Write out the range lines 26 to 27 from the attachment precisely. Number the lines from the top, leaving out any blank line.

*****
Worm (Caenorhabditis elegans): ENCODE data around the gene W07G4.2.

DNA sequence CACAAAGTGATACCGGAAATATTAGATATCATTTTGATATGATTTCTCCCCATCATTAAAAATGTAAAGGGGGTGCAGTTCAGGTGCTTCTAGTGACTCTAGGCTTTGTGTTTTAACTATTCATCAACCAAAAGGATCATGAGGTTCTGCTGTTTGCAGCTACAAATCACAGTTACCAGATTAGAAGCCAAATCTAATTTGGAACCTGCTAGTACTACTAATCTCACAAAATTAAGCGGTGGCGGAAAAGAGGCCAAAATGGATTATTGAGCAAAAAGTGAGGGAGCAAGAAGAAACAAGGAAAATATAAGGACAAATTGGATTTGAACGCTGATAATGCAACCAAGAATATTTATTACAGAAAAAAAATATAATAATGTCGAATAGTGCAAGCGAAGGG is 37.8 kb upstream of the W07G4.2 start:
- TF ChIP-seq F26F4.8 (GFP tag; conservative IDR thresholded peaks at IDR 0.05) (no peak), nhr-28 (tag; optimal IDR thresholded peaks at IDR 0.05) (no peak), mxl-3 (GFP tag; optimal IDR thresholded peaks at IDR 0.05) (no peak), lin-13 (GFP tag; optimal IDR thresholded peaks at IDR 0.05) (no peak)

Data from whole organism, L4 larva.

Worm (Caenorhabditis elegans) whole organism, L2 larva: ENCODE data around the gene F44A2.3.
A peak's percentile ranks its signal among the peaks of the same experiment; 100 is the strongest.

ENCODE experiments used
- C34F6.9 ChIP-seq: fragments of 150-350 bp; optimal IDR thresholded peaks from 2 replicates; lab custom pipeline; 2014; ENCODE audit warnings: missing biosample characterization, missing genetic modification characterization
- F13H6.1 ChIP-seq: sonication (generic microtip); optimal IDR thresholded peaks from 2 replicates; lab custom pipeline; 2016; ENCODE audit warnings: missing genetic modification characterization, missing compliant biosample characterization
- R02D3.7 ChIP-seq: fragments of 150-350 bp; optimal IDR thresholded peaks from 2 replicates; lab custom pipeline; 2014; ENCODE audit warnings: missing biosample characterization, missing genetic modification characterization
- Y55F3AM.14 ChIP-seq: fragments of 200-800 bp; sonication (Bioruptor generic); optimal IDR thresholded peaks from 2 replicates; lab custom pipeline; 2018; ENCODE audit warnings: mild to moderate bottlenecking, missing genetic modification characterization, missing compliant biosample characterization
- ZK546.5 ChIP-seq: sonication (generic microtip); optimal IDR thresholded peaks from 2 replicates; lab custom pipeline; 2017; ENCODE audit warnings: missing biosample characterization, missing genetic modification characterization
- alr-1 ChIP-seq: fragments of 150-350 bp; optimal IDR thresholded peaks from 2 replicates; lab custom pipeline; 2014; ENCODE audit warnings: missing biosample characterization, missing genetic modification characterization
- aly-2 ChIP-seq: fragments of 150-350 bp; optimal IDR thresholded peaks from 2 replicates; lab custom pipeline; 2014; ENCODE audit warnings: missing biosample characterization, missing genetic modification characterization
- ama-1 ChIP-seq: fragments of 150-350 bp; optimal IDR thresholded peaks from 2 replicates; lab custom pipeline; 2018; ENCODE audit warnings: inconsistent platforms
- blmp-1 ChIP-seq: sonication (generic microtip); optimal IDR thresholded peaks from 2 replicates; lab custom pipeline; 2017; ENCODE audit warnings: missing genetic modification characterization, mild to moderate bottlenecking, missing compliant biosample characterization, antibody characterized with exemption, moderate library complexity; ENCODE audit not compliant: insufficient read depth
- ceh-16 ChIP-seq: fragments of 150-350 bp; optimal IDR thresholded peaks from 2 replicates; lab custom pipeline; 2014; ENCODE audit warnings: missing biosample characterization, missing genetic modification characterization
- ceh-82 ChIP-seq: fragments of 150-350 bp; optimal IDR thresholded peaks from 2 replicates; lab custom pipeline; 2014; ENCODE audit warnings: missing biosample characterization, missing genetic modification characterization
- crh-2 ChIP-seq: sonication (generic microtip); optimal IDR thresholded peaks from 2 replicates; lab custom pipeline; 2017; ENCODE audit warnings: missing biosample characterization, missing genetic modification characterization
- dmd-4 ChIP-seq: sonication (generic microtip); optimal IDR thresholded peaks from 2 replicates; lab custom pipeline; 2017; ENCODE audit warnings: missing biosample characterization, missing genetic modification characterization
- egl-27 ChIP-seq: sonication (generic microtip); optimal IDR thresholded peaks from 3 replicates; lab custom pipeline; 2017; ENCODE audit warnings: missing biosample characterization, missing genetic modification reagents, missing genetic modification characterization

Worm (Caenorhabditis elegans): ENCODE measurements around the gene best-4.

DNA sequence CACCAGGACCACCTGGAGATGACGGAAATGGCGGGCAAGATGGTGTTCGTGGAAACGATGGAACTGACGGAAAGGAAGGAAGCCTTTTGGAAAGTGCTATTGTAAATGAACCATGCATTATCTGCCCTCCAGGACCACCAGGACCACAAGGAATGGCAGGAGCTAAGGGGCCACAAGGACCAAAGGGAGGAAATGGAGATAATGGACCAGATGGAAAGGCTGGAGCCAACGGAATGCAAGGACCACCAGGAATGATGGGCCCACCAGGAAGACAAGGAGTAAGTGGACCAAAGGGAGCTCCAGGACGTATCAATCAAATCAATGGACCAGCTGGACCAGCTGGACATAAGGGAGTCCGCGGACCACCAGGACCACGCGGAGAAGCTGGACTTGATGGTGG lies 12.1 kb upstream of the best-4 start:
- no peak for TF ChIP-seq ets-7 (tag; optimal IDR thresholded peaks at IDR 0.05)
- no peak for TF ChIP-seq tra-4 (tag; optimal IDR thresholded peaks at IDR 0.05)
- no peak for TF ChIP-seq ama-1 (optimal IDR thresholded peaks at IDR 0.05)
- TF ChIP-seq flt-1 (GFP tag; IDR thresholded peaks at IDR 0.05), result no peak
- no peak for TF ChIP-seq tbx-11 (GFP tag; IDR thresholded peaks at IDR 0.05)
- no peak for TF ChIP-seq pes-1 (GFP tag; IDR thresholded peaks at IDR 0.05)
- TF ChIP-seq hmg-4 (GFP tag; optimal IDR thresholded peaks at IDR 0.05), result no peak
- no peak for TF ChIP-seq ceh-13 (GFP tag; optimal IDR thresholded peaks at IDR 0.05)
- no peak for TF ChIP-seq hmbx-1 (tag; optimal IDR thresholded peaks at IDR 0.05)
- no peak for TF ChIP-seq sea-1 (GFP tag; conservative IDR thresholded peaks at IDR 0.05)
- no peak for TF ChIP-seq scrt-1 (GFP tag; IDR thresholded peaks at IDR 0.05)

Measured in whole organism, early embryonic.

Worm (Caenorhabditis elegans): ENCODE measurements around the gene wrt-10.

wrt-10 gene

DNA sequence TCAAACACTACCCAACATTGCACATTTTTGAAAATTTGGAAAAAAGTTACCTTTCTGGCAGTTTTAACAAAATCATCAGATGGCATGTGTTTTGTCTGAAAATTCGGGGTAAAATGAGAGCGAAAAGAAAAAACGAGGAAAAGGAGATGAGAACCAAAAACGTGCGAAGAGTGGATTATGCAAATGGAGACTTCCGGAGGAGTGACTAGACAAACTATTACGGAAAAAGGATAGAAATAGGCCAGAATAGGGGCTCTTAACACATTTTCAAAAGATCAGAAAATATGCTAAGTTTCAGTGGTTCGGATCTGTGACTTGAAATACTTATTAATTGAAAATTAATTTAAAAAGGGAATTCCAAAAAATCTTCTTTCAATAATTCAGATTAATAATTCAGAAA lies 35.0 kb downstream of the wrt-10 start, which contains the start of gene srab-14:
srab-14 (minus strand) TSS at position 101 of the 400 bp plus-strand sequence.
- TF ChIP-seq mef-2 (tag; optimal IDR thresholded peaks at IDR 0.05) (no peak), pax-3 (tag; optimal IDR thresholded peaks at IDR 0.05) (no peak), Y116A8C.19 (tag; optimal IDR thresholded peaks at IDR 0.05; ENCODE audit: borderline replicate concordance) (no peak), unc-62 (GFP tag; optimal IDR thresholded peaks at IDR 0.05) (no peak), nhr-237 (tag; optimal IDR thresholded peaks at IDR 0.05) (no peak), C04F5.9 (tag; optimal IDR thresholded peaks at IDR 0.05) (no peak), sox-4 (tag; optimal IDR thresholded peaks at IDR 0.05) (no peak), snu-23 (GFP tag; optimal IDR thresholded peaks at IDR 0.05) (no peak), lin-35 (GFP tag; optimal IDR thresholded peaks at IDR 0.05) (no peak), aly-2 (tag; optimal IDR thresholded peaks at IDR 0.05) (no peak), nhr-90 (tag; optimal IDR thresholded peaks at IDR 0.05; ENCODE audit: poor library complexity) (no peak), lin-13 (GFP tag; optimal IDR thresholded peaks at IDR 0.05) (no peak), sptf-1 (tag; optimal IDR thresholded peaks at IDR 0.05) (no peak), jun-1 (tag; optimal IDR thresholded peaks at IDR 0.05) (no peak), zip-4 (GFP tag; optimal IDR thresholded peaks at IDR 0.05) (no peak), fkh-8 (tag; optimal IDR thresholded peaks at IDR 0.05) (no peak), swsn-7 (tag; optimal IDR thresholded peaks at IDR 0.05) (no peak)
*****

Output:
- no peak for TF ChIP-seq ama-1 (optimal IDR thresholded peaks at IDR 0.05)
- TF ChIP-seq flt-1 (GFP tag; IDR thresholded peaks at IDR 0.05), result no peak